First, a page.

Cash is King
The intrinsic value of a stock is considered to be the discounted value of future cash flows. But, it is free cash flow (defined as cash from operations less capital expenditures) that is used for paying dividends, paying down debt, and buying back shares, actions that create value for shareholders. The more robust and secure the cash flows, the safer the investment. As an added bonus, the more free cash flow produced per dollar invested, the higher the expected return. On the flip side, the more leveraged and fragile the cash flows, the more risky an investment becomes. Even for fixed income, cash balances and cash flows determine whether or not timely interest and principle will be paid on an investment. As such, an investor should constantly monitor the source and stability of cash resources.
The same logic that applies to business applies to personal finances. Income that comes from a salaried position at a quality company would typically be more consistent than a commission based job in a cyclical industry. A person with inconsistent income and high personal debts would be in a more precarious financial position than someone with no debt and millions of dollars in liquid assets, especially in an economic downturn.
Extrapolating this thought process to the national level, it is clear that countries that have stable incomes and low levels of obligations have the ability to sustainably provide services to their people while keeping taxes low so that business and investment can flourish and grow. Those that don’t have reliable revenue more often than not make up for it with increased debt loads and higher taxes. If tax rates rise faster than business revenues and personal incomes, the system crumbles (as we are now witnessing in Europe). The other approach to high debt is money printing. This is often used as a politically less offensive way of paying for accumulated debt. The resulting inflation can be blamed on greedy businesses or previous regimes. Either way, the system is hit with hardship.
While the simple concepts outlined above seem obvious, the core lesson seems to be eternally lost upon the financial markets, politicians, and the voting public. George Bernard Shaw once said, “Hegel was right when he said that we learn from history that man can never learn anything from history.”
Quality of Earnings
In investment circles and the media, much of the focus is placed on earnings. Each quarter’s earnings release is awaited with baited breath. If the company “misses” the collective analysts’ expectations, then the stock sells off. If the company “beats the street”, then the stock rallies. Despite the fact that cash flow may be declining and debt rising, the markets are often happy if “earnings” go up.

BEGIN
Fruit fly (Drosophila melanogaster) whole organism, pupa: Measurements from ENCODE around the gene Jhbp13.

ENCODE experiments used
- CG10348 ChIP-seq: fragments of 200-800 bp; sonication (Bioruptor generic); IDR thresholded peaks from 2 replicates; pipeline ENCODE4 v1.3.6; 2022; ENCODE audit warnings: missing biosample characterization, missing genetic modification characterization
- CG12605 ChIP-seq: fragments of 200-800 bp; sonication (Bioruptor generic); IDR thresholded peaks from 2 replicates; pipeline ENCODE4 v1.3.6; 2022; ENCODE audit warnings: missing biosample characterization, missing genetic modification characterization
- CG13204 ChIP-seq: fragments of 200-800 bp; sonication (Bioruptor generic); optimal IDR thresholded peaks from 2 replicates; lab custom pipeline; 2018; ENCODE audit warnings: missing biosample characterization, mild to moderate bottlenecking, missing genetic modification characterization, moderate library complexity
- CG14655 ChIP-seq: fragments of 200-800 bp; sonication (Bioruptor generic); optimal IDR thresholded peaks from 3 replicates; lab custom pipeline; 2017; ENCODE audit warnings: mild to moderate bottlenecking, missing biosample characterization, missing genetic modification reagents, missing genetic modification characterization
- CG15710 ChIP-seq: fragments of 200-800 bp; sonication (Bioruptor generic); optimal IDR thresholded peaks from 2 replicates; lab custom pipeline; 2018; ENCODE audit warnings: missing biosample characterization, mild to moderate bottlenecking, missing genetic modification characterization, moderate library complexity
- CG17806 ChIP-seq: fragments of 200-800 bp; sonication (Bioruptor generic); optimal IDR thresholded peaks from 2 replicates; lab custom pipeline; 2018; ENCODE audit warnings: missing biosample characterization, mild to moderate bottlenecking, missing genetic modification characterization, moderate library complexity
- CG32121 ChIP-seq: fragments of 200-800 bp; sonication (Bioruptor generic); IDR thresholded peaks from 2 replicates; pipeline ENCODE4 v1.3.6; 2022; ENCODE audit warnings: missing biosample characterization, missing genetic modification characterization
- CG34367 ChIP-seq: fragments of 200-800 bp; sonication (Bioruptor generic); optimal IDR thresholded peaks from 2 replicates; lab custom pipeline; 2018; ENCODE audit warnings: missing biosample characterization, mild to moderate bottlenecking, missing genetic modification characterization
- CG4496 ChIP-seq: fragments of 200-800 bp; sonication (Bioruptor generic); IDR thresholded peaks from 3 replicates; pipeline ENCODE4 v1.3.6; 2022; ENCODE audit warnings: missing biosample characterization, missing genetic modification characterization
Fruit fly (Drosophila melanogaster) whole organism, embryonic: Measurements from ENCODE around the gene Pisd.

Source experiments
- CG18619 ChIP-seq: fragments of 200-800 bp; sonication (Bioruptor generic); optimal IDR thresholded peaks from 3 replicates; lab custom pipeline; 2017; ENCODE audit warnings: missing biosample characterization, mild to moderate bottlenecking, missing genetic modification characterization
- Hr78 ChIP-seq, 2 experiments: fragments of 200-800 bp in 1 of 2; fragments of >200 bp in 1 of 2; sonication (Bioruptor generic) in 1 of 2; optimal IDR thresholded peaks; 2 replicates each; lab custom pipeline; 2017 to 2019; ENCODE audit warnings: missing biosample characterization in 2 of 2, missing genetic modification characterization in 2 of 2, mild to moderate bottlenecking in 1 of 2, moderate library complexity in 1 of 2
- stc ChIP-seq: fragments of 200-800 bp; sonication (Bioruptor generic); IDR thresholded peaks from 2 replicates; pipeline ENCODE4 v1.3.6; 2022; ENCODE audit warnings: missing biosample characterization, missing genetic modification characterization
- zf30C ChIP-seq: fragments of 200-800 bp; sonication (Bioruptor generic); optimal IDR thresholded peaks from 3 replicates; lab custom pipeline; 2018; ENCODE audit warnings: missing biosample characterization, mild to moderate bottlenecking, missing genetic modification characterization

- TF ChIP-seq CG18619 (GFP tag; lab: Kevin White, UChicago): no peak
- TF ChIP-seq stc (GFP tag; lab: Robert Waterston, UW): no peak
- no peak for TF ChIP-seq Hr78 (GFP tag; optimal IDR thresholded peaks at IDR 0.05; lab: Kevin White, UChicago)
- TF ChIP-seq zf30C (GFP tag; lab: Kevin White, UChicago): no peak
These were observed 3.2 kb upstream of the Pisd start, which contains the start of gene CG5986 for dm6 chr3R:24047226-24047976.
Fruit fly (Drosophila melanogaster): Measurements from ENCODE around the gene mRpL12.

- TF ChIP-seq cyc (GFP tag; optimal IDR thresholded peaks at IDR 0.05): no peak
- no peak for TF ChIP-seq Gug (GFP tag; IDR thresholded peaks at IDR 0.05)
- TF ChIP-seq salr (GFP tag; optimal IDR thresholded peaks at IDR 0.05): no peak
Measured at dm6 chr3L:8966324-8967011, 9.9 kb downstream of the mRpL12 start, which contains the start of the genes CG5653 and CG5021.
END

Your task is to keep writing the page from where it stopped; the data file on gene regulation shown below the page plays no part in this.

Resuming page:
The actual meaning of “earnings” is often missed, and often has no bearing on the amount of cash that a company generated or burned. Remember, you can’t pay back debt or pay dividends with earnings. It is the cash that counts. While this article is too short for an elaborate explanation of earning vs. cash flow, suffice it to say that the difference is often large. Further, executives that mismanage companies often spend a significant amount of time on spinning or even manipulating earnings (e.g. Enron, Madoff,…) . Over the long term, it pays to understand the difference between earnings and cash flow, and to focus on the source and sustainability of the cash flow.
Quality of GDP
As stated above, the economic reality of a nation’s finances are not fundamentally different from that of an individual or a business. Most pundits measure the financial strength of the economy by looking at Gross Domestic Product, or GDP. (For a review of GDP, see my November 10, 2009 blog “Is the Recession Really Over?”) Much like the earnings of a company, GDP can be of high or low quality. For example, GDP is of low quality if consumption growth is currently funded by a massive run-up in debt. Ditto for government spending. The short term GDP gain will have to be paid for with principal and interest, potentially turning the short term gain into a long term drag. Keeping up with the Joneses doesn’t work well for families, or governments, if long term stability is the goal.